Corporate tax cut the swift and blunt way. @RichardAEpstein @HooverInst

Nov 10, 2017, 01:52 AM

11-09-2017 (Photo:File:Schurz and Sumner Cooking.png ) Twitter: @BatchelorShow

Corporate tax cut the swift and blunt way. @RichardAEpstein @HooverInst

One obvious point in favor of the Trump administration’s position on corporate tax rates is that the United States has lagged in the international tax derby; its 35 percent corporate rate is far higher than the rates of its major competitors, which are on average between 10 and 22.5 percent lower. Those hefty rate differentials have sent many American corporations overseas, while inducing foreign investors to decrease their stakes in the American market. Corporate financiers are experts at calculating internal rates of return, making it highly unlikely that tax breaks of this magnitude will not alter their behavior. The hard question is not whether tax cuts will stimulate activity, but, empirically, what the size of that response will be.

To answer that question, the Trump administration’s white paper offers an econometric approach that compares the growth levels in foreign nations with high and low tax rates, where the gap in the tax rates between the two groups was close to 14 percent. In line with standard theory, it reports that lower taxes led to high rates of wage growth by about 4 percent, distributed across all wage levels, compared to a 1 percent wage growth rate for high tax countries, controlling for extraneous variables. The predictable inference from this data is that some portion, perhaps even more than half, of the money saved through tax reductions are passed back from the owners of capital to wage earners.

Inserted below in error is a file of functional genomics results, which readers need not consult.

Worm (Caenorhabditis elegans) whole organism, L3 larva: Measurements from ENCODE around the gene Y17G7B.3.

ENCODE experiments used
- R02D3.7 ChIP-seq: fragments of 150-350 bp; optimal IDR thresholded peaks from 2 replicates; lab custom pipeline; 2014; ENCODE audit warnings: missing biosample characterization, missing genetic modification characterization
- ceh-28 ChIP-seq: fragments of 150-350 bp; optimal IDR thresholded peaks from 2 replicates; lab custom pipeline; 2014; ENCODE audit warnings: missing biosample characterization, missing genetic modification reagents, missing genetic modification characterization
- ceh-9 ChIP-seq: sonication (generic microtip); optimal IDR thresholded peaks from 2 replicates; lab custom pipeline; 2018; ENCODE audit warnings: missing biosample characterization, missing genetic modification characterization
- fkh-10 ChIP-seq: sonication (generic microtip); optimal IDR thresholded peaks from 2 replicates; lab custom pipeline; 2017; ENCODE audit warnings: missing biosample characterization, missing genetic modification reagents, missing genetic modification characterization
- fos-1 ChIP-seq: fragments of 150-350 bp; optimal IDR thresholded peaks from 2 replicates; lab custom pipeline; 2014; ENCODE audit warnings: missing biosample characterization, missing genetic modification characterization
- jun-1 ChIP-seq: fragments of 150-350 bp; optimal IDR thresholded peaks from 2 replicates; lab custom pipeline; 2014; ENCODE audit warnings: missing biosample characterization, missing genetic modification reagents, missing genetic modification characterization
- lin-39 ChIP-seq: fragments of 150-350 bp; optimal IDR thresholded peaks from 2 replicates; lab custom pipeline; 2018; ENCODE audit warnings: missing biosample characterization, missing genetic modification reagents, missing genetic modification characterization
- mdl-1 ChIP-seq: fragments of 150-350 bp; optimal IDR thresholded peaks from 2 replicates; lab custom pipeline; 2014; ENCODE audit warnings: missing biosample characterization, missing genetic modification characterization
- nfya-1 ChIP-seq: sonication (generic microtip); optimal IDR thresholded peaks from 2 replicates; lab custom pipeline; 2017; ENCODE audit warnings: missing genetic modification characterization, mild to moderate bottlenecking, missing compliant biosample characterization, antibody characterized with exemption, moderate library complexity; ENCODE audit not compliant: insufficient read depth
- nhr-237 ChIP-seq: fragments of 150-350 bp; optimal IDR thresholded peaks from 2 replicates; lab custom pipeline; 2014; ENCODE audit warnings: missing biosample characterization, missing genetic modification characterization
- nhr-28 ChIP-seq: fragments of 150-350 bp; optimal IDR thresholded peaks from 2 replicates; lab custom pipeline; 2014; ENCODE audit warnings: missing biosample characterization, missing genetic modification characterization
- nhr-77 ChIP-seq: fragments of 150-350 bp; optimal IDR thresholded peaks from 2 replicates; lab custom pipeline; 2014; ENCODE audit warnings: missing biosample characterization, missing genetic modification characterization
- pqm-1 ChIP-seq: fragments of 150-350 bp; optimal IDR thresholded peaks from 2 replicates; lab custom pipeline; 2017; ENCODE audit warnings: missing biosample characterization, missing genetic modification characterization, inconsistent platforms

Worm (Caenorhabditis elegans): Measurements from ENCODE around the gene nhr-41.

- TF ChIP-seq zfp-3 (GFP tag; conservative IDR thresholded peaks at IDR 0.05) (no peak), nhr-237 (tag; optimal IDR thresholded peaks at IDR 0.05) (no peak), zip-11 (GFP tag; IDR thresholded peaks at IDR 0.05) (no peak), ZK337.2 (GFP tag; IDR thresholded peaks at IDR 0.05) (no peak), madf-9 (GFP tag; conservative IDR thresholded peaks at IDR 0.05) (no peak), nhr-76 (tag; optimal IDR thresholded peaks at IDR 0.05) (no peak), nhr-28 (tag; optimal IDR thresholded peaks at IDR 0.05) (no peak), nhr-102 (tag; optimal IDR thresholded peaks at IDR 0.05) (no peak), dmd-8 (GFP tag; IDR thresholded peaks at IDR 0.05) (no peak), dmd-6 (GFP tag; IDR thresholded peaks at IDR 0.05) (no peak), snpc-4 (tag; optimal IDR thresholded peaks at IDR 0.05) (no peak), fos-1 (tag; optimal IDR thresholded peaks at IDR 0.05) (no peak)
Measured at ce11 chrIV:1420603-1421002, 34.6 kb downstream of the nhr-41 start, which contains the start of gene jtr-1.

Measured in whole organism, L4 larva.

The same conclusion, the white paper argues, is reached by determining the elasticity (e.g. sensitivity) of wages to changes in the corporate tax rate. The overall range is fairly wide, but the evidence suggests “that a 1 percent change in corporate tax rates reduces worker wages by as much as 1 percent and as little as 0.1 percent.” And since 1984, overseas profits of U.S. multinational corporations have risen (erratically, to be sure) from about 40 percent to 70 percent, which is attributable, at least in part, to the high corporate tax environment in the United States.